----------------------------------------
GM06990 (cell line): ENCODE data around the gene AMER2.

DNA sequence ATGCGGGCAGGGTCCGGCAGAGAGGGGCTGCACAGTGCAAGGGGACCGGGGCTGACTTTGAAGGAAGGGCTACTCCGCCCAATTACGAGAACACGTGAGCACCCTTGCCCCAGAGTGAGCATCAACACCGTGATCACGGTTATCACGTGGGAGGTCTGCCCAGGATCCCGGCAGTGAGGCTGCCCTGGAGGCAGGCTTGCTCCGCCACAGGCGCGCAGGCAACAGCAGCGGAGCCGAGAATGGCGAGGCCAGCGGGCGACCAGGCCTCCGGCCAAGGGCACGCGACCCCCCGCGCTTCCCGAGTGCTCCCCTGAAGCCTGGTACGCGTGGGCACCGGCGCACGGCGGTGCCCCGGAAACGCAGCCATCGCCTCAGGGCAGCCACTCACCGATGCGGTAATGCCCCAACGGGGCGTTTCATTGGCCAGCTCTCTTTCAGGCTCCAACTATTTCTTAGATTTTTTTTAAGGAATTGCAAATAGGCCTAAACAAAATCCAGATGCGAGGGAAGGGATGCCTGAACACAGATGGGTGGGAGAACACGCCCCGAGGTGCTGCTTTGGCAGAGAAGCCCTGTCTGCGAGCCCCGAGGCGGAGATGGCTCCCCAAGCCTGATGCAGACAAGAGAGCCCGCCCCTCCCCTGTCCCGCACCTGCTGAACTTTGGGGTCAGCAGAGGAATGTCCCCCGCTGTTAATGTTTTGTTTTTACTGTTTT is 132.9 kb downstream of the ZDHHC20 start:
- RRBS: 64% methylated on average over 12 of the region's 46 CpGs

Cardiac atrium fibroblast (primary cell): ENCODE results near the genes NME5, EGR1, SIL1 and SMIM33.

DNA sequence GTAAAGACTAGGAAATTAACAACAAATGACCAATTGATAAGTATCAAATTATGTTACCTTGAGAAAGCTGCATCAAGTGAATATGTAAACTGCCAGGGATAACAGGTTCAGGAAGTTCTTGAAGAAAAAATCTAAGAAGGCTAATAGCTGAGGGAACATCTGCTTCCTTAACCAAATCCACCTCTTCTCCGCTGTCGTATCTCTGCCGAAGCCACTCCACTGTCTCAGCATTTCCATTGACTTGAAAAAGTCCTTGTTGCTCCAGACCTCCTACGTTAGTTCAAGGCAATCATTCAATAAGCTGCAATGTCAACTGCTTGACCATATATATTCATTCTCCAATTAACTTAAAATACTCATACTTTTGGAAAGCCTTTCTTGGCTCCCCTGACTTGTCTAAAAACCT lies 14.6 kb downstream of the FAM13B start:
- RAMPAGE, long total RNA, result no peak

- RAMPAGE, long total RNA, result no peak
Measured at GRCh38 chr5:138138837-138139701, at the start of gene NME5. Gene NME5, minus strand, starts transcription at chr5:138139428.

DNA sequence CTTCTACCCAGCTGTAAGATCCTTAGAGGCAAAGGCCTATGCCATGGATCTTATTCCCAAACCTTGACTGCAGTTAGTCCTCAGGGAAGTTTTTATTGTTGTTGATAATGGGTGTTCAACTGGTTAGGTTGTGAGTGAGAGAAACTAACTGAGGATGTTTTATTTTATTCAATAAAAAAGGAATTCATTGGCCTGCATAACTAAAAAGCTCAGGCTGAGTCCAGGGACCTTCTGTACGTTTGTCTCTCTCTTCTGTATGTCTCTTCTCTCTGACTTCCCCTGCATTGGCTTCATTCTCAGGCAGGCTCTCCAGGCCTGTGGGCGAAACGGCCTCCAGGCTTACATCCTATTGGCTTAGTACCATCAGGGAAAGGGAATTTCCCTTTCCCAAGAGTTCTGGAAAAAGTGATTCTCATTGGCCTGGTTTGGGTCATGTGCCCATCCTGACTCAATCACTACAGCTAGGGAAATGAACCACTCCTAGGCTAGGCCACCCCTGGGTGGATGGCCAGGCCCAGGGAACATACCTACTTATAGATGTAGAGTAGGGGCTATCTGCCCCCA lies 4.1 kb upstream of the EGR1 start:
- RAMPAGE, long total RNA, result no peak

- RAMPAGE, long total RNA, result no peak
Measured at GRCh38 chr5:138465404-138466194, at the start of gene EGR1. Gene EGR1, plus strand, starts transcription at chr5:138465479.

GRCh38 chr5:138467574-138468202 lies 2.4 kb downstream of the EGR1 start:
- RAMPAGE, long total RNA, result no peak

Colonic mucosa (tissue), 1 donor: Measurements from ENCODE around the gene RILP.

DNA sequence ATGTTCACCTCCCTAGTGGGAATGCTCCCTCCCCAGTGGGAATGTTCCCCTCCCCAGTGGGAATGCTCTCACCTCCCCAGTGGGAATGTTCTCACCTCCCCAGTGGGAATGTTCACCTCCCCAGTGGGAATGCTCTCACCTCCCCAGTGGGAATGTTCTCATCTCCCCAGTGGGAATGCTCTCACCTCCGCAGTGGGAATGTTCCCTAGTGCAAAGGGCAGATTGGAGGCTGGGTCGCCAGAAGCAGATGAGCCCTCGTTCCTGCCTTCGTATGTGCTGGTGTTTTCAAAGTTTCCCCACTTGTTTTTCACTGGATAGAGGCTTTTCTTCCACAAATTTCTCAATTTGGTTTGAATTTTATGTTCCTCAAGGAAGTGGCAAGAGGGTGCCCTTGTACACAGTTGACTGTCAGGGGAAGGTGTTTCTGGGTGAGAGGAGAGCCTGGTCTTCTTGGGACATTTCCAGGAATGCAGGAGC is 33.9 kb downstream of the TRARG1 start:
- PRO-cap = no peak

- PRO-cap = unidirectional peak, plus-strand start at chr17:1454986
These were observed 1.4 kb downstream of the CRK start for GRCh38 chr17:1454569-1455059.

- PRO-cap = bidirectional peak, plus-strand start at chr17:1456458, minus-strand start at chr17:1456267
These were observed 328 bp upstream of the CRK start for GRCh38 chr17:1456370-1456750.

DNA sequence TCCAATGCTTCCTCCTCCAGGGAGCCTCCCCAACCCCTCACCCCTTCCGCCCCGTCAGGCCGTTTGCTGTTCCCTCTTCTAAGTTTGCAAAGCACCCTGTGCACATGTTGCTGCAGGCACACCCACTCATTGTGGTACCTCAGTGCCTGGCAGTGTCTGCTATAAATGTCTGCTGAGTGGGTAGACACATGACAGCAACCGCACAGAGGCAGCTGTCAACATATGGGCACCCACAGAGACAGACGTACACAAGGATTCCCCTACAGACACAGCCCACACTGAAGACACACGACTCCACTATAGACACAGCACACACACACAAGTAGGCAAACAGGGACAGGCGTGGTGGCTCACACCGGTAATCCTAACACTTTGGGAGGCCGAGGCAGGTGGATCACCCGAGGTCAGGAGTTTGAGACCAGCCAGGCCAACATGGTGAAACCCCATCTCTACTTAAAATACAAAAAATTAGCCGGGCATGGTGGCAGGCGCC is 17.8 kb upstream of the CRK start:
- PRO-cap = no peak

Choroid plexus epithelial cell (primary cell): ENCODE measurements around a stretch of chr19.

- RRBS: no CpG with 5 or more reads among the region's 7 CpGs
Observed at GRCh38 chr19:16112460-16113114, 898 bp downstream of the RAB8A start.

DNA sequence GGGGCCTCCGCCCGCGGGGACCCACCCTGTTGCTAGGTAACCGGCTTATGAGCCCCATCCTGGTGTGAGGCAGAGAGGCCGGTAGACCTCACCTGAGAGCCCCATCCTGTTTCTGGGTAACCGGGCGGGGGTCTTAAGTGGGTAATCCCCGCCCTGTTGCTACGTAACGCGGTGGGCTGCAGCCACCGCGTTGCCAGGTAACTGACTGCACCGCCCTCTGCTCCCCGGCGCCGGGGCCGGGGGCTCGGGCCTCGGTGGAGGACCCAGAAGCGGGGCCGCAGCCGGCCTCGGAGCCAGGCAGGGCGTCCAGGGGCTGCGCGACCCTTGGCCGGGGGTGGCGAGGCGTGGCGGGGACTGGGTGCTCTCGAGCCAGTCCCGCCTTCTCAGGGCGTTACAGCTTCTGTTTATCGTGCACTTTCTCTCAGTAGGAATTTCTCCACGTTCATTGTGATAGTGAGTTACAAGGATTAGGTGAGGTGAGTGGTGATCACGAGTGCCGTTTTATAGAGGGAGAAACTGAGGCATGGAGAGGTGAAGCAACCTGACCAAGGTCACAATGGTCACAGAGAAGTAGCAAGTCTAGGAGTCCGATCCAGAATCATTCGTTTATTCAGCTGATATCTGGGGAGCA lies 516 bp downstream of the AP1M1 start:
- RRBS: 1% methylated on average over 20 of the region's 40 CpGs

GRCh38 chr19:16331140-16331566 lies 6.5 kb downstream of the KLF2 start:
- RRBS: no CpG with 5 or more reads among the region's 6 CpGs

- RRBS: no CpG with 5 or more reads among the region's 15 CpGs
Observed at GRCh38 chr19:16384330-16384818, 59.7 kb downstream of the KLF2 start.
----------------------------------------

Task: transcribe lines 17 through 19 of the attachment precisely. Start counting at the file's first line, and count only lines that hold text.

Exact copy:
- PRO-cap = no peak

- PRO-cap = unidirectional peak, plus-strand start at chr17:1454986
These were observed 1.4 kb downstream of the CRK start for GRCh38 chr17:1454569-1455059.